When I was growing up, we'd make hard tack candy nearly every Christmas. When I was very little, I would just watch as Mom and Dad worked feverishly and painfully against the clock, pulling and rolling and cutting the hot sugar before it cooled. When I got a little older, I could join in (hot sugar isn't so great on wee children's hands). The taste of the sweet and flavorful hard candy is one of those tastes that instantly transports me back in time. I haven't had hard tack in years, but when I ate a sweet cinnamony piece last night it was like I was eight years old, staring in amazement as Dad snipped ropes of colorful sugar with a pair of kitchen shears.
Hard tack is ridiculously simple, and as long as you've got the right tools (heavy-bottomed saucepan, candy thermometer) you might find yourself as I did today...making batch after batch, all day long. My copy of the recipe is typed on a yellowed index card that Mom estimates dates back to 1955. She determined that date based on the fact that her sister, my Aunt Dolly, took typing in high school and practiced with the hard tack recipe:
2 C. Sugar
2/3 C. Karo
1/2 C. Water
Cook ingredients without stirring to crack stage.
Wash down sides of pan to remove crystals. Remove from
heat, add few drops of coloring and 1/4 Tsp. of oil Flavorin
Pour quickly on Greased tray. Start to cut as soon as it
cools slightly. Dust with powder sugar when cold.
Such a solid recipe, such a delicious result. It's no wonder to me that homemade hard tack has been a favorite in my extended family for 53 years (and counting). And I haven't even gotten to the best part: the dangerous fact that hard tack is a little painful to make. It must be rolled and cut while it's still hot, otherwise it will cool into a glass-like pool on the baking tray. You might (will) burn yourself. You might (will) get a blister or two. This is OK with me. I like to live on the edge when making Christmas candies. It's like a fun game! See who can cut the hot sugar the fastest with the least amount of injuries to his or her digits. Sometimes, confections = pain.
I in no way wish to dissuade you from hard tack, however. Once you get the hang of the method, I promise you can make the stuff without having to engage the burn unit. And the resulting candies are so yummy -- so festive to display in pretty bowls around the house or to package up as tasty gifts -- you will forget the hot mess just as soon as you're finished with it.
Sugar, corn syrup, water, food coloring, flavoring, a little pain, a lot of sweet nostalgia.
Flavored oils can be found at the pharmacy counter of your local supermarket. As I wandered the baking aisle, searching in vain for the oils and planning just how many stores I'd have to visit before I found them, I called Mom for some advice. "Check the pharmacy. That's where they had them in 1955." That's also where they have them in 2008. I asked the pharmacist why the flavored oils for candy making were located next to the pill splitters and those little plastic snap-lid day-of-the-week pill cases and she said her father used to have a pharmacy when she was growing up, and he carried the oils, too. Another pharmacist chimed in: "It's tradition." So, like a fiddler on the roof, look for the flavored oils in their traditional place: at the pharmacy.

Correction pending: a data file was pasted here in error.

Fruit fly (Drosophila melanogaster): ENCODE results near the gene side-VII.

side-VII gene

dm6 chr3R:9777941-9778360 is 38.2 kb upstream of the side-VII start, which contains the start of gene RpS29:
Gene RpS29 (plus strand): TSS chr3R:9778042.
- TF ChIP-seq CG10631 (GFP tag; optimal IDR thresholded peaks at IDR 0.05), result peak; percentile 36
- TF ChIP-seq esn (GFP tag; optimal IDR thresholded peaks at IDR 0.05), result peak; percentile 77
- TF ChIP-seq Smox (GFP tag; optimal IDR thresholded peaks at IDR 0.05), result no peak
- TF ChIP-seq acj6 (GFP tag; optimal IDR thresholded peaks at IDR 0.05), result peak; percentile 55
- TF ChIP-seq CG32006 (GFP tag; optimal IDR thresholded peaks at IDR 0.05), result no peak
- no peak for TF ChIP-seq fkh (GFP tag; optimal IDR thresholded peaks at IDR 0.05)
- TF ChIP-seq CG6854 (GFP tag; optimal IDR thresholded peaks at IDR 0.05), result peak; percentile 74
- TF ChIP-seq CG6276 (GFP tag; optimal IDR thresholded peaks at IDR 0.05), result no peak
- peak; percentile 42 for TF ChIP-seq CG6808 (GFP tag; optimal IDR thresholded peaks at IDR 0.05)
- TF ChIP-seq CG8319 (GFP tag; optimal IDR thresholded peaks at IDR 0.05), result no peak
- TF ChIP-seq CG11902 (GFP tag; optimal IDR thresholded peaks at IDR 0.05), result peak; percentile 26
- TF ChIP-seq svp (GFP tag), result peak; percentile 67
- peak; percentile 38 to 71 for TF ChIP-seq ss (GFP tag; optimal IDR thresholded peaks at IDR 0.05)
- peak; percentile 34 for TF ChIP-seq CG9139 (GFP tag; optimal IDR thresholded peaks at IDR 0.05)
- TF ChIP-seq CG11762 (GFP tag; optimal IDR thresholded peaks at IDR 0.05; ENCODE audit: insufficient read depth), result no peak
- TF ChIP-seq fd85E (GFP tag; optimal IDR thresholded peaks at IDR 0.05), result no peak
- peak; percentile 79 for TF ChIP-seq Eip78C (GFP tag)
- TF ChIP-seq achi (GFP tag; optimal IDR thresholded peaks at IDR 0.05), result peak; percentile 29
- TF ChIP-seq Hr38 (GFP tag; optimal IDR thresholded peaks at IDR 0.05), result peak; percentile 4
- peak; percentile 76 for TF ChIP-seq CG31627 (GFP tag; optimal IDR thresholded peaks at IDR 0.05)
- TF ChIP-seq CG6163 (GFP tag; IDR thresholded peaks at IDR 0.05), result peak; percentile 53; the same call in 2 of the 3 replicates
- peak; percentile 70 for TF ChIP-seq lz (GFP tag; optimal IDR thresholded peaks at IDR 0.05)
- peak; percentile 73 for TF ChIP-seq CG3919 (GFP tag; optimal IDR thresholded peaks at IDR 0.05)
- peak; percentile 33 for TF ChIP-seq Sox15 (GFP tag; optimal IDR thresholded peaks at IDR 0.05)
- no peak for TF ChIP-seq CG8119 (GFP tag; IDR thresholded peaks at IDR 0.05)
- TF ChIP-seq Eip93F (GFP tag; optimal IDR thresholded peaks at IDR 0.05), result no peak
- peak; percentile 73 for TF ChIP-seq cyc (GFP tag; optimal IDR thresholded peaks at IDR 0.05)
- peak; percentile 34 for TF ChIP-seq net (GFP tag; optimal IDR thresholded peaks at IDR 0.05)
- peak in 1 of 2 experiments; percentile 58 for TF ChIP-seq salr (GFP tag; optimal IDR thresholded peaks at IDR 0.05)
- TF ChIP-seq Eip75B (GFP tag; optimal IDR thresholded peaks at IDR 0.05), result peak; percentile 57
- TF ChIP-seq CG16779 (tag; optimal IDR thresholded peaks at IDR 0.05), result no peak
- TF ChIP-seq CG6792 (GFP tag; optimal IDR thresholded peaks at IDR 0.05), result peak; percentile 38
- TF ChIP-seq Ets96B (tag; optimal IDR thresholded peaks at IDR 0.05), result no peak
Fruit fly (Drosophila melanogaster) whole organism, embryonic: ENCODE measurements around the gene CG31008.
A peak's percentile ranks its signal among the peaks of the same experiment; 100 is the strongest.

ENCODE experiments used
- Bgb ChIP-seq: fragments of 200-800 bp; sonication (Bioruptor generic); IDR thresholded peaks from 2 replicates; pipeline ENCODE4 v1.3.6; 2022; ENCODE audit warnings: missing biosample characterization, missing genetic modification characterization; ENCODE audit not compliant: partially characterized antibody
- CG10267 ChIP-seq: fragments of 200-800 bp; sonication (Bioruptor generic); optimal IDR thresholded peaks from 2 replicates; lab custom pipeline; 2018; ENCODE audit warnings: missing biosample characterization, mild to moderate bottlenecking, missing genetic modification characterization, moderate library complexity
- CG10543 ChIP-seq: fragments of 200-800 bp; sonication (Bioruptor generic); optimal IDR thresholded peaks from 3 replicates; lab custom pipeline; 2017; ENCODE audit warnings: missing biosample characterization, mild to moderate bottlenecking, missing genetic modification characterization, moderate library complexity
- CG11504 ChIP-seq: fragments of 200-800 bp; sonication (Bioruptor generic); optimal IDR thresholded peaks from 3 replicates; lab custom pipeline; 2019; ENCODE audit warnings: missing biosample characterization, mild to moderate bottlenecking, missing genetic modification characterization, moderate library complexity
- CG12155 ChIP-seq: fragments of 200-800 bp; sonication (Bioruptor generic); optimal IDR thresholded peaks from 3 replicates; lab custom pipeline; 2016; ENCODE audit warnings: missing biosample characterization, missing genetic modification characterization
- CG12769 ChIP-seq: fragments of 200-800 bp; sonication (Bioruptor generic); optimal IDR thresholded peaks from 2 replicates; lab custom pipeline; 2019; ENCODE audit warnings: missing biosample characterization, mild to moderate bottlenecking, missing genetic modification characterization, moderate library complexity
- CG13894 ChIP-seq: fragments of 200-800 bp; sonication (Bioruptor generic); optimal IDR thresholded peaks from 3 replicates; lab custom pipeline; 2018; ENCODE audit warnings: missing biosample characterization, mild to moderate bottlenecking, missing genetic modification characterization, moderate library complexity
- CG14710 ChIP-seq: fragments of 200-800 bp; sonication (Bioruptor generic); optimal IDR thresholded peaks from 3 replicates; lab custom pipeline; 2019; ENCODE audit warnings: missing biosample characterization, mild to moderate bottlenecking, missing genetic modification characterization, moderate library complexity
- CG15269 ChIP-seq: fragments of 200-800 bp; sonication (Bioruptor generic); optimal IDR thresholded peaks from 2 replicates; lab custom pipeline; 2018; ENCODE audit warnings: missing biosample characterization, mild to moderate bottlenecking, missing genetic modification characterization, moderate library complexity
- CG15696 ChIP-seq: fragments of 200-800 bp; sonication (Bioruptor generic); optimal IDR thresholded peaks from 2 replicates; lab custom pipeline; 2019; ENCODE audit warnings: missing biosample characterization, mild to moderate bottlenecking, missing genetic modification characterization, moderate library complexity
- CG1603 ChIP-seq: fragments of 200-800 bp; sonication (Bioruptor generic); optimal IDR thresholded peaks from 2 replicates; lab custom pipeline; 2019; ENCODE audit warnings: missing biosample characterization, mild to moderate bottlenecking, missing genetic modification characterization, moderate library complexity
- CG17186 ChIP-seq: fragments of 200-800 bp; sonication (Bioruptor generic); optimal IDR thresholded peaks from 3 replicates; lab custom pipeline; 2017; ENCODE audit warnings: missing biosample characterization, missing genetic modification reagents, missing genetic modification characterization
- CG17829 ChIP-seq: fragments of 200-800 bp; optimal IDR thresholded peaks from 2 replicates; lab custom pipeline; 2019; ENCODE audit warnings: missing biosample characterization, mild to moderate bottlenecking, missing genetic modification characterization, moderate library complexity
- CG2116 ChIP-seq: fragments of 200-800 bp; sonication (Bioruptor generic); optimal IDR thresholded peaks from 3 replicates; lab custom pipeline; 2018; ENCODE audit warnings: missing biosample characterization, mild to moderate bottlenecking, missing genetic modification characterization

1 c. sugar
1/3 c. light Karo syrup
1/4 c. water
1/8 t. flavored oil (cinnamon, peppermint, lemon, cherry, clove, spearmint, etc.)
Line a baking sheet with a Silpat (or grease a baking sheet with vegetable shortening). Set aside.
Prepare a small bowl of ice water and place it next to the baking sheet -- this is to give your hot fingers a nearby cool place to go, should you burn yourself.
In a heavy-bottomed saucepan combine the sugar, Karo and water. Fit the pot with a candy thermometer and cook over medium heat, without stirring, until the sugar reaches the hard crack stage, 300 degrees Fahrenheit. Brush down the sides of the pan with a pastry brush dipped in water to prevent any crystallization. (I find that if your saucepan is heavy enough, this step is not necessary.) If you don't have a pastry brush, secure a strip of cloth or paper towel to the tines of the fork with a rubber band, then dip in water and "brush" the sides of the pan. That's the old-school, Aunt Dolly way.
When the mixture reaches 300 degrees/hard crack, turn off the heat. Remove the thermometer and add the flavored oil and food coloring. Mix well with a heat-proof spatula. Carefully pour the mixture onto the Silpat-lined (or greased) baking sheet.
Allow the candy to cool slightly, about 1 minute. With your fingers and a pair of kitchen shears, begin to lift up the outer edges of the sugar. Cut a piece of the candy, then roll between your hands into a rope. Snip the rope into 1/2-inch pieces. Then lift another edge of the candy "pool," cut another piece, roll and snip. Repeat, working as quickly as possible, until you've cut the entire batch.
Let the candy cool completely before placing it into a medium bowl. Spoon about a tablespoon of powdered sugar over the candy and mix with your hands to coat.
Makes about 2 c. of candies. You can double the recipe, but I do not suggest doing so unless you have someone to pull and cut with you; otherwise, the candy will cool before you can get through all of it.